July 17, 2019 | Jeff Trail

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Membrane Materials and Applications for In Vitro Diagnostics


Industrially manufactured membranes play a vital role in the effectiveness of in vitro diagnostics instruments and procedures, such as protein assays and liquid/gas filtration applications. In this article, we cover some of the different types of membranes available for use in the field of in vitro diagnostics, the key features and characteristics, and applications for use.


Characteristics of Membranes for In Vitro Diagnostics

Various membranes have distinctive characteristics that suit them to specific applications. Below we explore some of the main attributes for evaluating membranes.


Pore Size

Pore size relates to the size of the particles that the membrane can trap. The measurement (in µm) refers to the minimum diameter of the particles filtered from the fluid.

Membranes used in ultrafiltration, however, consider the nominal molecular weight limit (NMWL) of substances rather than the pore size of a membrane.

Pore size and NMWL are not the ultimate measures of the effectiveness of a membrane. Also for consideration is the filtration application when selecting the best-suited material.


Flow Rate

The flow rate of a membrane determines how fast a stream passes through the filter. It is affected by the pore size, membrane thickness, pore architecture, among other attributes. 

Membrane selection is typically based on the required retention and flow rate. A high NMWL rating increases the flow rate but reduces retention and vice versa.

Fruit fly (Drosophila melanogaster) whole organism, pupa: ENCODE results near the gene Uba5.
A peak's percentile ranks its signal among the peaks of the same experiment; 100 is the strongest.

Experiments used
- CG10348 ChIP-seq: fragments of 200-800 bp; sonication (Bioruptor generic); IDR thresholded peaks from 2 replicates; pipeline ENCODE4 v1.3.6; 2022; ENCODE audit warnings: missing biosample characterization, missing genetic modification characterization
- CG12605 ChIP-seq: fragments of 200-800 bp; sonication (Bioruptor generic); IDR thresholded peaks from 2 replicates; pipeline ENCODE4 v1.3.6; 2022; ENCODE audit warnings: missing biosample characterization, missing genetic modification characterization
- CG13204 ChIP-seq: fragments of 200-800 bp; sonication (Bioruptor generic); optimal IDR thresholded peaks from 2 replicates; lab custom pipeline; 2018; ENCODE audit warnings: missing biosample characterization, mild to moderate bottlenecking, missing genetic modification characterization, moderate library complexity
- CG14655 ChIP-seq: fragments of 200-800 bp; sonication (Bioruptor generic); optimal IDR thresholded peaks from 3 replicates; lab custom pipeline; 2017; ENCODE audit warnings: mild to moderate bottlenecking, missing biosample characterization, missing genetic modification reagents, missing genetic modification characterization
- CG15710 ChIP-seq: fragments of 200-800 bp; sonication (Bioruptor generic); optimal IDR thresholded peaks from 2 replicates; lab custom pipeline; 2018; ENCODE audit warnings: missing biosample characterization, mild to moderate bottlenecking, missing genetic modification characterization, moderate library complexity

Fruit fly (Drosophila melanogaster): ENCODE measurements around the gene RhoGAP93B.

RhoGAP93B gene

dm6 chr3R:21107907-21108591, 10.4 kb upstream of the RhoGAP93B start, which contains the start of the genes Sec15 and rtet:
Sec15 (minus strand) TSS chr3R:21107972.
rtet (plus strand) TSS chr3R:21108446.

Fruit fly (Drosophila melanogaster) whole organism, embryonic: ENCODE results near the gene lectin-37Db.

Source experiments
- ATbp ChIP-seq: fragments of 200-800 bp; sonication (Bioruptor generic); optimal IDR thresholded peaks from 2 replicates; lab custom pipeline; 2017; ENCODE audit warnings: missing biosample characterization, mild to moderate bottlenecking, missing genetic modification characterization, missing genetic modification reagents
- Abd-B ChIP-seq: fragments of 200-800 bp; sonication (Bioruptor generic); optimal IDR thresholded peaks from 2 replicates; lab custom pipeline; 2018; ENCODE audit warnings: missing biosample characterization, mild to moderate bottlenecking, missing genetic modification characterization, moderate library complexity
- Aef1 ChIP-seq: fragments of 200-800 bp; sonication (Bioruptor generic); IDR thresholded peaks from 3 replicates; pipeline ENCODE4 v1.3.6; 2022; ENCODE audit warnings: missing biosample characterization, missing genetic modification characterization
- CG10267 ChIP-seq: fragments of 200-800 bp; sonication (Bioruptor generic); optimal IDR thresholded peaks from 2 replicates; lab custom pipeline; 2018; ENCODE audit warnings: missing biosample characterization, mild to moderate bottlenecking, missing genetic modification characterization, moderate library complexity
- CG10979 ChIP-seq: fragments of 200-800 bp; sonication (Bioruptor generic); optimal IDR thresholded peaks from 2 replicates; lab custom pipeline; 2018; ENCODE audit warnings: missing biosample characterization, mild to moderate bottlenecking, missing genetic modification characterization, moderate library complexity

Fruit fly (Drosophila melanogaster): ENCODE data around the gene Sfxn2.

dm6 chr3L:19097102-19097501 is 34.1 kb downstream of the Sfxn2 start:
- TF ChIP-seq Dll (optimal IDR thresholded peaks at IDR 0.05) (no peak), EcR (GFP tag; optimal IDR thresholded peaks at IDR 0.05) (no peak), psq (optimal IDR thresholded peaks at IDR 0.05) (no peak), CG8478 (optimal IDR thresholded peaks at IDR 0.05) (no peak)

These are contaminants from the apparatus or filter that end up in the final filtrate. They can result from:

  • breakdown of the filter material
  • Impurities washed off the filter
  • Residual chemicals from the manufacturing process

The quality of the membrane material used can have a considerable impact on the integrity of the filtrate.


Chemical Compatibility

Filter material should be compatible with the chemical properties of the filtered fluid and the prevailing filtration conditions. Otherwise, it can jeopardize the structural integrity of the membrane. The surface should not adsorb the desired solute. For instance, when biomolecules come into contact with some polymer-based membranes, they get bound on the surface until saturation. Adsorption can hurt the productivity of a filtration procedure.


Types of Filter Membranes and Their Uses

Taking a closer look at several membranes and their application. 


Polyethersulfone (PES)

PES membranes are hydrophilic and non-specific protein adsorptive filters with high flow rates. They come in many pore sizes and diameters, and the filtrate demonstrates minimal extractables.

The filters are resistant to chemical action over the 1-14 pH values. For this reason, they are ideal for the filtration of aqueous solutions and various pharmaceutical solutions and solvents.


Regenerated Cellulose (RC)

Membranes made of regenerated cellulose are also hydrophilic, high flow-rate, and low-adsorption filters. They are suitable for almost all fluids, including solvents, since they can withstand pH 3-12. Their asymmetric architecture reinforced with nonwoven cellulose makes the filters long-lasting.



Polyamide Membranes (PA)

Apart from being hydrophilic, PA membranes are resistant to many organic solvents and alkaline solutions. They are also excellent for the filtration and sterilization of aqueous solutions for analytical determination. They are applicable where a membrane material of relatively high adsorption is necessary.


Polytetra-Fluorethylene (PTFE)

PTFE membranes are hydrophobic membranes that can filter air, gas, and chemicals like acids and solvents of all pH levels. To use them for aqueous solutions, you need to pre-wet them with methanol or ethanol. They have multiple pore sizes for most filtering applications.



Filter membranes for in vitro diagnostics come in different materials and construction engineered for various purposes. They vary in pore sizes, flow rates, pH tolerance, and other properties.


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